Stephen Biscotte has been named coordinator of the general education initiative at Virginia Tech.

In this role, Biscotte will help manage the campus-wide initiative to reinvent Virginia Tech’s general education curriculum, which is currently known as the Curriculum for Liberal Education. 

The university’s current strategic plan, “A Plan for a New Horizon,” calls for revision of the Curriculum for Liberal Education “to embrace alternate pathways to general education and to incorporate computational thinking and informatics/digital fluency as basic skills for all students, thereby enabling our students to be engaged citizens and life-long learners.”

Over the past year, Biscotte served as a graduate assistant for undergraduate education at Virginia Tech, researching and gathering information across campus and peer institutions from a variety of stakeholders on general education needs and ideas.

Prior to his role at Virginia Tech, Biscotte was a high school science teacher for 10 years – teaching courses such as anatomy and physiology, biology, and physical science – in Roanoke County, Virginia, and two school systems in South Carolina.

“Stephen approaches general education as a scholar, an experienced teacher, and most importantly, as a learner. He has engaged many undergraduate students from diverse majors and backgrounds in the conversation about general education reform,” said Jill Sible, assistant provost for undergraduate education. “I look to Stephen to help us keep our initiative moving forward with a clear vision of providing learning opportunities of the highest value to our students.”

Biscotte will be a liaison to the colleges, departments, and support units across campus as a plan for a new general education curriculum is developed and later implemented.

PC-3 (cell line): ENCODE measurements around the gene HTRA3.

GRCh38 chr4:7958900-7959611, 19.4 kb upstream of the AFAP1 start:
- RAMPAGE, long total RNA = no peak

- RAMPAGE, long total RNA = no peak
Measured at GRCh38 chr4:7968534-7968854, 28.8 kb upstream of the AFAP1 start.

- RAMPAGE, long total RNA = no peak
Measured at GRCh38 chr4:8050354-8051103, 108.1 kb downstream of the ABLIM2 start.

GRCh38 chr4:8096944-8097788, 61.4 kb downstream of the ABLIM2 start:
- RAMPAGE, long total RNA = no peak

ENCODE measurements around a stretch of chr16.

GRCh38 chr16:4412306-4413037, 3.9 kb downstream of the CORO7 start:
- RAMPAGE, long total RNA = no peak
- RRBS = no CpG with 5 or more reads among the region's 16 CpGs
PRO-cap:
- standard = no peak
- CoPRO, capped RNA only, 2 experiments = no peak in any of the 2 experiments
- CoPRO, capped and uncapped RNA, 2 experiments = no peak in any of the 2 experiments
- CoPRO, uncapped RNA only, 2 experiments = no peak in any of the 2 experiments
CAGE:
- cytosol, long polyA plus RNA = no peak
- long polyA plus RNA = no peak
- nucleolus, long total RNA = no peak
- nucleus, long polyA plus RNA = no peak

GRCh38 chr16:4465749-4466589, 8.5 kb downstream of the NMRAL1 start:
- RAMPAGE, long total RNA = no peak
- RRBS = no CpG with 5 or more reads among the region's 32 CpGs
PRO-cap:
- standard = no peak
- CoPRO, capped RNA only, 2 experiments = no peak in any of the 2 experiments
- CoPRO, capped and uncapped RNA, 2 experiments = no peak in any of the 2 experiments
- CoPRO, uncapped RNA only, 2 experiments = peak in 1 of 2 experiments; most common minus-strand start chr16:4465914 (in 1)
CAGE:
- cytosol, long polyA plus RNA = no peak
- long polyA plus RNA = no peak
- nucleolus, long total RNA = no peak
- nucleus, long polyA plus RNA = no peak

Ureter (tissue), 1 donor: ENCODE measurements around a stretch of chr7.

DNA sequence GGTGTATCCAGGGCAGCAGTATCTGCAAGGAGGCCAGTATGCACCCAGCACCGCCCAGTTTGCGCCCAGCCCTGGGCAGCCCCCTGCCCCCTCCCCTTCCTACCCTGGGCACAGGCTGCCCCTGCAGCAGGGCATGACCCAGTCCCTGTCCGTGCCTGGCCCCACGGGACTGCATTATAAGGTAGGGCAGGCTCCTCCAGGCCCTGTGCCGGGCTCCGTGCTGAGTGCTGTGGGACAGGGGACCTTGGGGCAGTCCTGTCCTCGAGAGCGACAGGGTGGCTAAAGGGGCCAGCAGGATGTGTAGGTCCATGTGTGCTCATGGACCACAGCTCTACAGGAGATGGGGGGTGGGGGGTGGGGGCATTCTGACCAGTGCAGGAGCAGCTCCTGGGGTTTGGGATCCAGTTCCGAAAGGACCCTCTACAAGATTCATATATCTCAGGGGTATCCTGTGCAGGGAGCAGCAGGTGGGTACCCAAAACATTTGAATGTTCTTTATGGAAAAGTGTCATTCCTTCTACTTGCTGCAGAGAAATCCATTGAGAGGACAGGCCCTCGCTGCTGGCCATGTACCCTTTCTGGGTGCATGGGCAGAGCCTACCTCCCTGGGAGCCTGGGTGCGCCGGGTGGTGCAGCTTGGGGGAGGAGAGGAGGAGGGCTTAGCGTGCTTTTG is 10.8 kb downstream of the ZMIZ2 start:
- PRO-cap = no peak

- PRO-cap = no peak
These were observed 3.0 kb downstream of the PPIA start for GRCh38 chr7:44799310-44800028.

"I am very excited to continue my involvement in the general education program here at Virginia Tech,” Biscotte said. “I look forward to working with faculty, students, administration, and academic stakeholders in the ongoing pursuit of best classroom practices and pedagogies to enhance student learning."

Biscotte received a bachelor’s degree in biology from James Madison University and a master’s degree in science education curriculum and instruction from Virginia Tech. He currently is pursuing a doctoral degree in science education curriculum and instruction from Virginia Tech.

Dedicated to its motto, Ut Prosim (That I May Serve), Virginia Tech takes a hands-on, engaging approach to education, preparing scholars to be leaders in their fields and communities. As the commonwealth’s most comprehensive university and its leading research institution, Virginia Tech offers 240 undergraduate and graduate degree programs to more than 31,000 students and manages a research portfolio of $513 million. The university fulfills its land-grant mission of transforming knowledge to practice through technological leadership and by fueling economic growth and job creation locally, regionally, and across Virginia.